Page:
print barcode in c# 9: Encrypting Files and Volumes in Objective-C

Making Data Matrix 2d barcode in Objective-C 9: Encrypting Files and Volumes

CHAPTER 9: Encrypting Files and Volumes
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Figure 9 13. Deploying FileVault MCX settings Using Workgroup Manager
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For more information on using MCX management, refer to Enterprise Mac Administrator s Guide, by Charles Edge, Beau Hunter, and Zack Smith (Apress, 2009). CAUTION: In order to ensure access to the FileVault encrypted image, the System will store the FileVault keys in memory. This leads to a potential problem, as certain attack vectors may be able to pull this information from memory, such as cold boot attacks or by exploiting interfaces that provide DMA (direct memory access), such as FireWire. Additionally, another feature of OS X, safe sleep, results in the contents of RAM being written to disk. Because the System memory contains the FileVault key, it is possible for an attacker to extract this information from your hard drive in the event that they can obtain your machine while it is in a sleep state. To avoid this, enable the Secure virtual memory option found under the Security System Preference pane, which will ensure that any memory contents, whether from standard virtual memory swapping or from a saved sleep image, are encrypted. To protect against cold-boot or DMA attacks, ensure that you log out of your computer when in transit or unattended, and that only trusted devices are plugged into your machine. Firewire-based DMA attacks can be prevented by enabling an Open Firmware password on the machine.
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CHAPTER 9: Encrypting Files and Volumes
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The FileVault Master Password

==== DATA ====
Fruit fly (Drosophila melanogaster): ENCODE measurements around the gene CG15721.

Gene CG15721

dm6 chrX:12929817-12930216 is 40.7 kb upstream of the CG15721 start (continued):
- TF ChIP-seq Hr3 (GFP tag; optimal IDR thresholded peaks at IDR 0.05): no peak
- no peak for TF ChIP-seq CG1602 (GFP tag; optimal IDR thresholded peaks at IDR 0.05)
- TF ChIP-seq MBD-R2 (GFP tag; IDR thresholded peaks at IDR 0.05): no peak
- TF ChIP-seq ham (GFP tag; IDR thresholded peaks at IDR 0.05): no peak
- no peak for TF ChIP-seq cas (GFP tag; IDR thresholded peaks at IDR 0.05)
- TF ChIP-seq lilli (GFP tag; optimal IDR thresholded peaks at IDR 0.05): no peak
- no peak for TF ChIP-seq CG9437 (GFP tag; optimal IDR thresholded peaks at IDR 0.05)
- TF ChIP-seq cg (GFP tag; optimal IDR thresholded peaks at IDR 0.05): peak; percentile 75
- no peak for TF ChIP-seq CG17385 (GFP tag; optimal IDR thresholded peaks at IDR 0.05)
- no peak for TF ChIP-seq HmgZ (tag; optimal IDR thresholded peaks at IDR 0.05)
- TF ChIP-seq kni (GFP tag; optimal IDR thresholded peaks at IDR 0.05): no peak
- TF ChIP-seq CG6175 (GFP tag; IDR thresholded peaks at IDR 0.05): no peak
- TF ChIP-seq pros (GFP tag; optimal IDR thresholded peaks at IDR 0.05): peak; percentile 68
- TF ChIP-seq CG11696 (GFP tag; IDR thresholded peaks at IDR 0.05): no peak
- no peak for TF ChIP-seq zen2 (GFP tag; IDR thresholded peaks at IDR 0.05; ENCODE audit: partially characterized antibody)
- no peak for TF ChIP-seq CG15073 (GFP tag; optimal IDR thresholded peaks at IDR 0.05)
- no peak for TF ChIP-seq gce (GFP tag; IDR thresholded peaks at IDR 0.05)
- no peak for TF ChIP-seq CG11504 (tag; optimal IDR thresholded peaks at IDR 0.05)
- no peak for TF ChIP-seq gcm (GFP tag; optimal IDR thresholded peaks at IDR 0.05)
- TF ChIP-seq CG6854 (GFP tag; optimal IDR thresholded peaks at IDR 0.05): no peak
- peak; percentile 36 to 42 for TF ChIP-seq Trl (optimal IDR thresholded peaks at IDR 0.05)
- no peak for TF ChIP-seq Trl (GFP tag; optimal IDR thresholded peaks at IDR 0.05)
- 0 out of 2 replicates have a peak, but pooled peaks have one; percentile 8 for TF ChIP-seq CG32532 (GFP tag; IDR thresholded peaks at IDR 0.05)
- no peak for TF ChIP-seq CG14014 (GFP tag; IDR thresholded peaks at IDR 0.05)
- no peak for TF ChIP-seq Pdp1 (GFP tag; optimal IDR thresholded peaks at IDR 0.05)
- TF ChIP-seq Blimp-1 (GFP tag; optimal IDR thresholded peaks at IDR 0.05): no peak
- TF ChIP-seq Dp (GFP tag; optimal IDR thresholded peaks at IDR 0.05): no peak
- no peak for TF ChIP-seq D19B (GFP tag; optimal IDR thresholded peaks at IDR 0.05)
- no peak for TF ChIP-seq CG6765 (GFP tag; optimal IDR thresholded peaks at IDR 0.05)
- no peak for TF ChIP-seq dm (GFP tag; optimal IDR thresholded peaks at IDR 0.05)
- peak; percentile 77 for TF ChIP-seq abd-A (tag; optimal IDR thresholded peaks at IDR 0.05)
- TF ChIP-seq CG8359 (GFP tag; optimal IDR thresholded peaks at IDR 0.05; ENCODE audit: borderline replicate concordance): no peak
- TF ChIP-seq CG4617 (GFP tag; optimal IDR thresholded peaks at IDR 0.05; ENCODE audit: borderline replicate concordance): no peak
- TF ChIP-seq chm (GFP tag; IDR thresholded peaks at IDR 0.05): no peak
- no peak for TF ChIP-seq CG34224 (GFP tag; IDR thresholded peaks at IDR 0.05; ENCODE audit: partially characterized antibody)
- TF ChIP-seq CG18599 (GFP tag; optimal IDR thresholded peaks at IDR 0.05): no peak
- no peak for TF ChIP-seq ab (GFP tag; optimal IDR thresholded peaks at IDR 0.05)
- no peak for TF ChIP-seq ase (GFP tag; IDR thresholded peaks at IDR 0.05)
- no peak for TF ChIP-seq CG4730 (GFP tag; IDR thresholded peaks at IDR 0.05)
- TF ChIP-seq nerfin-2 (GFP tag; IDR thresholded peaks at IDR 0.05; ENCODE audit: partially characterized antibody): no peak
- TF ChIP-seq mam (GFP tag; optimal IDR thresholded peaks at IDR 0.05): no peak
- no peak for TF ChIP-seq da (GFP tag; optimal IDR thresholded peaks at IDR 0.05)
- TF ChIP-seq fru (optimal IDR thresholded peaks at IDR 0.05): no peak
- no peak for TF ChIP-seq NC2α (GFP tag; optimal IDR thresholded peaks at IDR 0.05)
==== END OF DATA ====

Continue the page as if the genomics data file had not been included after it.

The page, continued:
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As we discussed in the previous section, there is a potential liability factor that a company assumes when deploying encryption of user data, as it means that there is a higher potential for the loss of sensitive company data, simply due to the potential loss of encryption keys. However, as we learned previously, companies can mitigate this liability by using a secondary access provision through the use of certificates. Fortunately, by default, FileVault uses such a certificate to provide a backdoor to this data. In the FileVault context, the terminology that Apple applies to this is a master password, and in fact, a master password must be set before a user can enable FileVault. If such a master password is not yet set, then an administrator will be prompted to provide one when enabling FileVault for the first time. This master password is in fact a FileVault-specific keychain whose contents consist solely of a certificate and private key identity that is used specifically for FileVault certificate-based authentication. The master password is simply the password that is used to secure the FileVault keychain itself. With this setup, the master password can be rotated without concern that existing encrypted disk images need have the new password applied to it. As we all know (hopefully ), it s a good idea in security sensitive environments to routinely rotate sensitive passwords, and certainly the backdoor password to decrypt company data qualifies as sensitive. If to change the password you needed to go out and touch every single encrypted disk image protected by this password, the ability for administrators to rotate passwords would be significantly restricted. Thankfully, this is not needed: the certificate used to decrypt data never changes, only the passcode to locally access the certificate does. There is however, another consideration that need be realized here to successfully deploy FileVault at an organization level. By default, when FileVault is enabled on a computer, the FileVault identity, the certificate and correlating private key, is dynamically generated, and stored in a keychain protected by the provided Master Password at /Library/Keychains/FileVaultMaster.keychain. Likewise, the certificate itself, which is typically public domain, is stored at /Library/Keychains/FileVaultMaster.cer. While this certificate is also available in the FileVaultMaster keychain, placing the certificate itself in the filesystem allows users to enable FileVault with the certificate backdoor without the need to first provide the master password to access the same cert that is stored in the keychain. Well, you might be noticing the problem here: if the FileVaultMaster keychain is automatically generated on each individual client machine on an ad-hoc basis, then there is a mathematical probability that no two client machines will have the same identity. This presents a significant problem when deploying FileVault on a large scale: if every machine utilizes a unique FileVault identity, which is used to recover a FileVault image, then an administrator will need to track every separate identity for every machine to ensure that they can recover the encrypted data should the user s password become unavailable. While it might not be terribly difficult to securely maintain a small number of FileVault identities, economies of scale will show it to be a detrimental strategy to provide backdoor access to encrypted data across the fleet. FileVault is at its core a client-side technology, and has no centralized key-management capabilities. Luckily, there is an easy solution to this problem, and that is to preemptively deploy a master FileVaultMaster keychain to all of your clients prior to enabling FileVault for any users on
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